A conversation with Jordan Willert
Jordan Willert is a teacher at the Central Campus High School in Minot and an assistant coach for the Minot High School boys hockey team.
Growing up, Willert moved from Minot to Nebraska to play junior hockey with the Tri-City Storm and then went on to play collegiately at the University of Nebraska-Omaha for three seasons. He moved back home to Minot and finished his playing career with an ACHA national title in 2013 with the Minot State Beavers.
The Minot Daily News chatted with Willert recently about his role as an assistant coach, as well as being a teacher, and the memories of his playing days. Some responses are edited for brevity and clarity.
MDN: How are you spending your time these days?
JW: I’m just trying to keep up with my 3-year-old. We are just finishing up school — done next week — and it’s been kind of grind doing that. The kids have been outstanding, though. They have worked extremely hard.
Also, I’ve been keeping up with our athletes. In the last couple of weeks, most of them have started lifting again. The rink is back open to a certain extent, so some of them have been getting back on the ice. That’s been good to see.
But, in this time of a global pandemic, having relationships and being able to talk to people, especially high school-aged kids, and make sure everybody is doing OK is the important thing.
I know other teachers and people that I coach with have been doing that also.
MDN: How would you describe your coaching style?
JW: Being an assistant coach, I have to be different than the other two coaches. In my experience, the head coaches are more authoritative. They tend to get on the kids a little bit more. It’s not like they are being negative; they are holding kids accountable.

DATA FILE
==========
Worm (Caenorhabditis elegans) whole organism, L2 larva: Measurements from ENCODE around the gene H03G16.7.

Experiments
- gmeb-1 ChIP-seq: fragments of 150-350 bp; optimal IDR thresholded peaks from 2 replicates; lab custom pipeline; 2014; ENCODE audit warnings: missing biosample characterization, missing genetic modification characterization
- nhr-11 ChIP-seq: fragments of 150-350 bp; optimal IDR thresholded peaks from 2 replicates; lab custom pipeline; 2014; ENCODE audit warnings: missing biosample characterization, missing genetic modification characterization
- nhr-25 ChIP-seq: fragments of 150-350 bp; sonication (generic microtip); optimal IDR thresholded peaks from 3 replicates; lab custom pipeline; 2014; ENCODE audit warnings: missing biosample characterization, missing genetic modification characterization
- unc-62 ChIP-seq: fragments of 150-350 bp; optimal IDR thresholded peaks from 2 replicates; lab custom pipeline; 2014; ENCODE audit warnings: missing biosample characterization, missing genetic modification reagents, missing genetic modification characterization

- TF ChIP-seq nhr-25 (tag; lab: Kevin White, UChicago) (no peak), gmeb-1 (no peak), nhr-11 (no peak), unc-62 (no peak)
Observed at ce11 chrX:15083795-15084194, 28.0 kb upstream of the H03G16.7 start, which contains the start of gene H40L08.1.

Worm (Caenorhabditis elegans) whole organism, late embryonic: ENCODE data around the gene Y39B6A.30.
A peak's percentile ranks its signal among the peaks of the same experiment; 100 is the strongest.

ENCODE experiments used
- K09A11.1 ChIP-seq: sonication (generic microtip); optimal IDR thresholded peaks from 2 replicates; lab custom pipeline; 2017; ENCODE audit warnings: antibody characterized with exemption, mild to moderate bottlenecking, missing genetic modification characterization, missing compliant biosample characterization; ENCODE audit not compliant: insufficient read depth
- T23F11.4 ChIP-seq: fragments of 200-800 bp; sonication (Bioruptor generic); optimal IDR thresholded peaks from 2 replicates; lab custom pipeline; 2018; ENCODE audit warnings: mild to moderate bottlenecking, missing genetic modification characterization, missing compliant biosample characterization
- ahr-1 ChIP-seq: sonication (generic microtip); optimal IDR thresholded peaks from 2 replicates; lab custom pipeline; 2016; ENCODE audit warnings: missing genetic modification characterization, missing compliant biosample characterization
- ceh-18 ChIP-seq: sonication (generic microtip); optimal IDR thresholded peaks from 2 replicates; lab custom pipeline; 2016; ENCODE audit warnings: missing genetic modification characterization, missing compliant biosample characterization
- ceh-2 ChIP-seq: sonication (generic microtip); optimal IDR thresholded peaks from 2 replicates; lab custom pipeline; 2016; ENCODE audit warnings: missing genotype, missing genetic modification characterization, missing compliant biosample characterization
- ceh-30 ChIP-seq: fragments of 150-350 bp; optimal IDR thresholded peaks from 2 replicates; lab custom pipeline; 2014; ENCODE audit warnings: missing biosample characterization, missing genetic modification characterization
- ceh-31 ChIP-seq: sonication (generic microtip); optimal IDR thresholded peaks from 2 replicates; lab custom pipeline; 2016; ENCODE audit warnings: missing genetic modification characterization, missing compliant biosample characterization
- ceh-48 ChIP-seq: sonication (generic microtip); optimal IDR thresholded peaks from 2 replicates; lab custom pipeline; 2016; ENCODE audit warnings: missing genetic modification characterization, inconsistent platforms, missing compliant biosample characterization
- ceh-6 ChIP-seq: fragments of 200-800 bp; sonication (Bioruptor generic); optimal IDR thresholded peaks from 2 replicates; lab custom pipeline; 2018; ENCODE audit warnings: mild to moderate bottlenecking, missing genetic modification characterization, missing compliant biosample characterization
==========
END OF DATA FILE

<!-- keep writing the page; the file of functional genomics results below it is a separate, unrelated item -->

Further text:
As an assistant coach, you have to be that person who the kids fall back on. They can come to you almost like a pick-me-up type of thing.
Eventually, one day, I’d like to be a head coach. Then, I think that probably changes. But I think you have to have that balance.
All three of us (coaches) have an extreme amount of care for Minot High sports, especially Minot High hockey. We all grew up around it. I think that shows in how we carry ourselves and the program.
MDN: Along the same lines, what’s the key to keeping morale high in a locker room?
JW: I talk about abilities. It’s like, ‘Hey bud, we wouldn’t be getting on you, or we wouldn’t be asking you to do something that we didn’t think you could do.’
If a kid is repeatedly making a mistake or is struggling with something, we work on it. Then, once they do it, now I can tell them, ‘Hey man, we have seen you do it.’
Part of it for us with the teams we have had the past few years at Minot High is it’s a lot of good kids in the program. The kids are keeping the morale up themselves. They understand that if we are getting on them, it’s not because we don’t like them, or are angry at them. It’s that we expect them to work hard and do the right thing. If they don’t, then we are going to coach them.
That’s what we are there for, to motivate and correct mistakes.
MDN: What do you think is the most common mistake hockey players make?
JW: Oh, boy. I think this is a lot of times in sports in general or just in life, but (the thought) that, ‘I can always do it next time.’